Yemen’s Houthi movement says a ceasefire agreed between the warring sides in Yemen is a victory for the war-torn country as it will stop Saudi attacks on the strategic city of Hudaydah.
Houthi chief negotiator Mohammed Abdulsalam made the remarks in an interview with Al-Masirah TV, shortly after the warring parties reached a ceasefire agreement after days of UN-brokered talks in Sweden.
Based on the deal, “the existing local authorities will be officially in charge of controlling the city and establishing security there under the supervision of the UN,” Abdulsalam said.
The Houthi delegation and Saudi-backed former government agreed that the UN would play a “leading role” in Hudaydah, which is currently controlled by the Houthis.
They also agreed to reopen the airport in the capital Sana’a, which was shuttered last year after numerous attacks by Saudi Arabia.
The UN chief says warring parties of Yemen have reached an agreement to hold a ceasefire in the port city of Hudaydah.
The Riyadh-backed side, which represented former Yemeni president Abd Rabbuh Mansour Hadi in the Stockholm talks, said on Friday that the Houthis must hand over the key port.
However, Abdulsalam strongly rejected the proposal, saying Hudaydah must be kept apart from the military conflict, and that a government should be formed first before all parties are disarmed.
Forces loyal to Hadi and the Saudi-led mercenaries were forced to sit for talks with the Houthi Ansarullah movement after their massive operation to seize the port city of Hudaydah failed.
Saudi Arabia and the United Arab Emirates had deployed about 10,000 troops to Yemen’s west coast after repeated campaigns to seize Hudaydah were thwarted by the Houthis and their allies.
Ansarullah calls the truce deal a defeat for the Saudis as it stops the aggression, allows existing local protectors who thwarted the Saudi offensive to be in charge of the city, and allows the Yemeni nation to regain their access to food, medicine, and other basic supplies.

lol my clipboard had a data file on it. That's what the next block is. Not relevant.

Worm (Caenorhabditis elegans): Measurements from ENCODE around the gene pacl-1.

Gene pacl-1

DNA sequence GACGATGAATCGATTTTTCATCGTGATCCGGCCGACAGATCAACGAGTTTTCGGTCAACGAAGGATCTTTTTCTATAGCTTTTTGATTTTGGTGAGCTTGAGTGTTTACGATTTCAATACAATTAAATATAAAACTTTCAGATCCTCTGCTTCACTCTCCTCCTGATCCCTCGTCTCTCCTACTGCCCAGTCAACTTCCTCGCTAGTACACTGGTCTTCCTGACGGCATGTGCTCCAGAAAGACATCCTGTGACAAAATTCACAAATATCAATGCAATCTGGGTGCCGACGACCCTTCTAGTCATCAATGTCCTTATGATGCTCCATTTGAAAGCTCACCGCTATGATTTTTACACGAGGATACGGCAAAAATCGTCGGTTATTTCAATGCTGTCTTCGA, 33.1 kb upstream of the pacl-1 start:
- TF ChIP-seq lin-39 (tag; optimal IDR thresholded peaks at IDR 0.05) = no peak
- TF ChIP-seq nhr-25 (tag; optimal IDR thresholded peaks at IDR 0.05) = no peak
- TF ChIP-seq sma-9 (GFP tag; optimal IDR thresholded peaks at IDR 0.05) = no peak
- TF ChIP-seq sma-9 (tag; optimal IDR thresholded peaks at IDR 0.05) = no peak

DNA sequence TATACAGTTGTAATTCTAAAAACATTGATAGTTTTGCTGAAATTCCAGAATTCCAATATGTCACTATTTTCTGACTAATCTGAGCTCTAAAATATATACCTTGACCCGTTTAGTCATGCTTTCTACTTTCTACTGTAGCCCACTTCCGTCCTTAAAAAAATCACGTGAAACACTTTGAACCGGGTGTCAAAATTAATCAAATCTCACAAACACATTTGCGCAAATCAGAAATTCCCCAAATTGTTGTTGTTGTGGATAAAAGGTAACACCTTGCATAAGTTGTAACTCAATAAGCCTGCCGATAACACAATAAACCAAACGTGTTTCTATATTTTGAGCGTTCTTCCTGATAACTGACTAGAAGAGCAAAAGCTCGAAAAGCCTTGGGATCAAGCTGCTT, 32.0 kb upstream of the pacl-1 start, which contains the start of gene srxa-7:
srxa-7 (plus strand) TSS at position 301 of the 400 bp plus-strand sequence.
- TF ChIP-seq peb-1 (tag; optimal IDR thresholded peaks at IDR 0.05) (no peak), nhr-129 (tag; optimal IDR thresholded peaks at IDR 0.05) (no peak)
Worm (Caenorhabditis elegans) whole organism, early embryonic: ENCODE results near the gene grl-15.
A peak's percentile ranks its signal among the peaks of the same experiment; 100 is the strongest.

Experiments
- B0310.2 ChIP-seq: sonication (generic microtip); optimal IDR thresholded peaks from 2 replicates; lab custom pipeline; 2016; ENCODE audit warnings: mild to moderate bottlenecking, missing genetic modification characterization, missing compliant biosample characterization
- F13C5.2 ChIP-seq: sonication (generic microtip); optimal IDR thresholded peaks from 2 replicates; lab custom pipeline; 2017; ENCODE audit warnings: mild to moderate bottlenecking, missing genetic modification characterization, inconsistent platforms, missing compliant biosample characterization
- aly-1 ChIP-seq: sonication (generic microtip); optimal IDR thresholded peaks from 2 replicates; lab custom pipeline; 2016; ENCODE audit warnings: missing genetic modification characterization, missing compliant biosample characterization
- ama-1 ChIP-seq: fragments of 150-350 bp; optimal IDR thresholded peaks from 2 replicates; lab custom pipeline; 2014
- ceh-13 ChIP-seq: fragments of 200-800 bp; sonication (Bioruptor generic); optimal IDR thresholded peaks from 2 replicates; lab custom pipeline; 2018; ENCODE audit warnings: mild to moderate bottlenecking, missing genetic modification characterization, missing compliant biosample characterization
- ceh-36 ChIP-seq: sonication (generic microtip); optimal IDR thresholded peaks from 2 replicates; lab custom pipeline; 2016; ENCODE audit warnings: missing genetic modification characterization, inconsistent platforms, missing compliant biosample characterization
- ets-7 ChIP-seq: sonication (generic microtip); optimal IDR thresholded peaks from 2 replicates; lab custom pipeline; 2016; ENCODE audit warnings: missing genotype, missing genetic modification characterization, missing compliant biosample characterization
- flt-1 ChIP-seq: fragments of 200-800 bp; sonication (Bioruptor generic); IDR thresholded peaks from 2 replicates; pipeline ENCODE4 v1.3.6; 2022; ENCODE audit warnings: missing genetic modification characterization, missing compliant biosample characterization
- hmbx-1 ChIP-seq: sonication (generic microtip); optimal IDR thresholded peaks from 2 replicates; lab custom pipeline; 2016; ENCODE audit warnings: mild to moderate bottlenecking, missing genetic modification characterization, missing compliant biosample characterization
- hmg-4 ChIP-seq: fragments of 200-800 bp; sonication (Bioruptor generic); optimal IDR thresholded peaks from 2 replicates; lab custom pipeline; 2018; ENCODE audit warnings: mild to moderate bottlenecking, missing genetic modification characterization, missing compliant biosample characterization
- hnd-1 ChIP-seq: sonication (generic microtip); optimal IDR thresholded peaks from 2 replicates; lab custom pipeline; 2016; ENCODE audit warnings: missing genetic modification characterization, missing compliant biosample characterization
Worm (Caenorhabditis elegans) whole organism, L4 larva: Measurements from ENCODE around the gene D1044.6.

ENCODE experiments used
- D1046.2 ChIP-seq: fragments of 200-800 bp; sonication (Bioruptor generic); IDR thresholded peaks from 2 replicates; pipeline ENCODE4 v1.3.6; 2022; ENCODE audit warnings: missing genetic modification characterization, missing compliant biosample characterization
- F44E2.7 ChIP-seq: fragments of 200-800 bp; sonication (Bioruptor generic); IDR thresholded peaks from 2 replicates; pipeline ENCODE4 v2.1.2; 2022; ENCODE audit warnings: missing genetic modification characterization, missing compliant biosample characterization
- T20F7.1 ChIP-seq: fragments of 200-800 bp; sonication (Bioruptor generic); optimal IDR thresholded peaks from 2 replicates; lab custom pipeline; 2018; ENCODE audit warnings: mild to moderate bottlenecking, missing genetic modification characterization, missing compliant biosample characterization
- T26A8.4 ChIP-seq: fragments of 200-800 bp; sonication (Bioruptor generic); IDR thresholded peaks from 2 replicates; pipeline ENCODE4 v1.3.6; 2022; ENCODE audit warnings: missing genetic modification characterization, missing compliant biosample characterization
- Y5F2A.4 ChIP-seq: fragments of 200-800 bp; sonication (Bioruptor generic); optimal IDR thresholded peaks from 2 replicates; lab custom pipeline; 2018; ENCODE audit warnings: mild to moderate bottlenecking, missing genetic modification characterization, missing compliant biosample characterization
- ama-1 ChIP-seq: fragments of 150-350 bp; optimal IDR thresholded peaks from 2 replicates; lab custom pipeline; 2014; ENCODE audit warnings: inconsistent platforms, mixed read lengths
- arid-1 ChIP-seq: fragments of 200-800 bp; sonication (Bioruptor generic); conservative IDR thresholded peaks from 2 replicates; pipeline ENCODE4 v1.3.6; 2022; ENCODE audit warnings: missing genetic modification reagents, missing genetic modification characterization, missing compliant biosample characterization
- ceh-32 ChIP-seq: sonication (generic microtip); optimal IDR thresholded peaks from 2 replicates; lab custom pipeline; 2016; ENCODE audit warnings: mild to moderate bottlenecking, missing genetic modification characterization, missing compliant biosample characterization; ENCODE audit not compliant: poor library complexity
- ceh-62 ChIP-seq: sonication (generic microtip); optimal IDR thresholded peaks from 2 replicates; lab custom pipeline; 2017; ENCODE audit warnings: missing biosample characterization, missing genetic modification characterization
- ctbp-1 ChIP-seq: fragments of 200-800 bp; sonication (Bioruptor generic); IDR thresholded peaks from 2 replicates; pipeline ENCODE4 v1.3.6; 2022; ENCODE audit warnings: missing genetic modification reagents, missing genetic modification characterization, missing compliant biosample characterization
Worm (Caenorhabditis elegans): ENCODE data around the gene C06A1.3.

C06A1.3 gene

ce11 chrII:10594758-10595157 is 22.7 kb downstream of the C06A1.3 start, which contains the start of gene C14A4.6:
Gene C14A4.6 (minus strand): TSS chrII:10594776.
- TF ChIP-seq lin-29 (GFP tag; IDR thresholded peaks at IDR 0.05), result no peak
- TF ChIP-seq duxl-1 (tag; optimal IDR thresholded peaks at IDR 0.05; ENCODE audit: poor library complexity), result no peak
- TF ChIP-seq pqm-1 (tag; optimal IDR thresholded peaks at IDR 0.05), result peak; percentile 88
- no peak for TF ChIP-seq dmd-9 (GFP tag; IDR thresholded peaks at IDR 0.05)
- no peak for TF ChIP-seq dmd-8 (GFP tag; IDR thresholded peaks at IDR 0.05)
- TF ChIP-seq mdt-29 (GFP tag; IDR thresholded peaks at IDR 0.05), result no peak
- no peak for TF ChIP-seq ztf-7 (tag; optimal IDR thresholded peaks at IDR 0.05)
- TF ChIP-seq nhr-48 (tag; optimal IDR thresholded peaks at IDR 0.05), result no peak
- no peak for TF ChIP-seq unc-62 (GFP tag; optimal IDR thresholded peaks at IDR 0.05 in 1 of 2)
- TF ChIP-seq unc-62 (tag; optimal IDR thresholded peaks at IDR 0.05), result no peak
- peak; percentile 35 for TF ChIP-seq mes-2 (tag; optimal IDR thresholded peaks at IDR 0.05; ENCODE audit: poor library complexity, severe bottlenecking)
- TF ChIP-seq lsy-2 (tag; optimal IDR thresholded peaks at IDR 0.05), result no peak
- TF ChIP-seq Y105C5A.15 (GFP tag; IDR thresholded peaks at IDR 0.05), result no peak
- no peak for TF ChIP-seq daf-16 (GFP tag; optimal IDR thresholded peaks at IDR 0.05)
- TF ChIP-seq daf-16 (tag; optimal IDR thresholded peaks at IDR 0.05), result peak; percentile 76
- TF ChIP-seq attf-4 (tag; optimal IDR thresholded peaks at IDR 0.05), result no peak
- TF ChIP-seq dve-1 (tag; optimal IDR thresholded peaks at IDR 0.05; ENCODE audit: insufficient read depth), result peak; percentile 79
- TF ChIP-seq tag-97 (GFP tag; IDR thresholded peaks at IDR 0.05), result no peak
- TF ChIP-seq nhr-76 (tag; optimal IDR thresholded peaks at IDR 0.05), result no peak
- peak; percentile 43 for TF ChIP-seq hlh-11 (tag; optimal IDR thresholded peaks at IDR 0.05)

Around 14 million people have been pushed to the brink of starvation since the Saudi war began in 2015, according to the UN.
The United Nations has warned about the rapidly deteriorating humanitarian situation in Yemen’s Hudaydah.
Cessation of Saudi aggression
In his remarks, Abdulsalam said there is no sign that the Saudis are going to stop their aggression against the innocent people of Yemen despite the ceasefire deal.
One of the articles of the draft agreement proposed by the Ansarullah delegation is “the complete cessation of military actions in Yemen,” but the Saudi side is rejecting it, he said.
“The UN has two options ahead of itself: it should either start the political process from the scratch or begin the political process from the draft version of the framework deal proposed in Sweden.”
Abdulsalam also called on the Yemenis to remain vigilant, especially in Hudaydah and Tai’zz, and continue supporting the Yemeni army and popular committees.
“Those who have shown resistance against 17 countries for four years can achieve a brilliant victory,” he added.
Saudi Arabia invaded Yemen in March 2015 in an attempt to reinstall Hadi, who had resigned amid popular discontent and fled to Riyadh.
Saudi Arabia buys the bulk of its weapons used in war from the US, Britain and France.
The US Senate on Thursday voted to stop US armed forces from supporting Saudi Arabia in its military aggression against Yemen.
The historic bipartisan vote for the first time invoked Congress’ war powers to challenge US military involvement abroad despite the Trump administration’s unwavering support for the Saudi regime.
The US Senate votes to end American military support for the Saudi-led war on Yemen.
US bills Saudis, Emiratis $331mn for refueling warplanes in Yemen
The US Department of Defense said Thursday it has sent Saudi Arabia and its main partner, the United Arab Emirates, a $331-million bill for the fuel their warplanes have received from American refueling aircraft during the past four years in the Yemen war.
“Due to errors in accounting by the Pentagon, the United States had not properly charged Saudi Arabia and the United Arab Emirates for those services,” Senator Jack Reed of Rhode Island, the senior Democrat on the Armed Services Committee, said in a statement.
Specifically, the Pentagon is seeking about $36.8 million for jet fuel and $294.3 million for flight hours by American refueling aircraft, Cmdr. Rebecca Rebarich, a Pentagon spokeswoman, said.
The United States refueled Saudi and Emirati warplanes operating in Yemen from March 2015 until Nov. 11. However, a resolution approved by the Senate on Thursday would keep the Pentagon from restarting that support.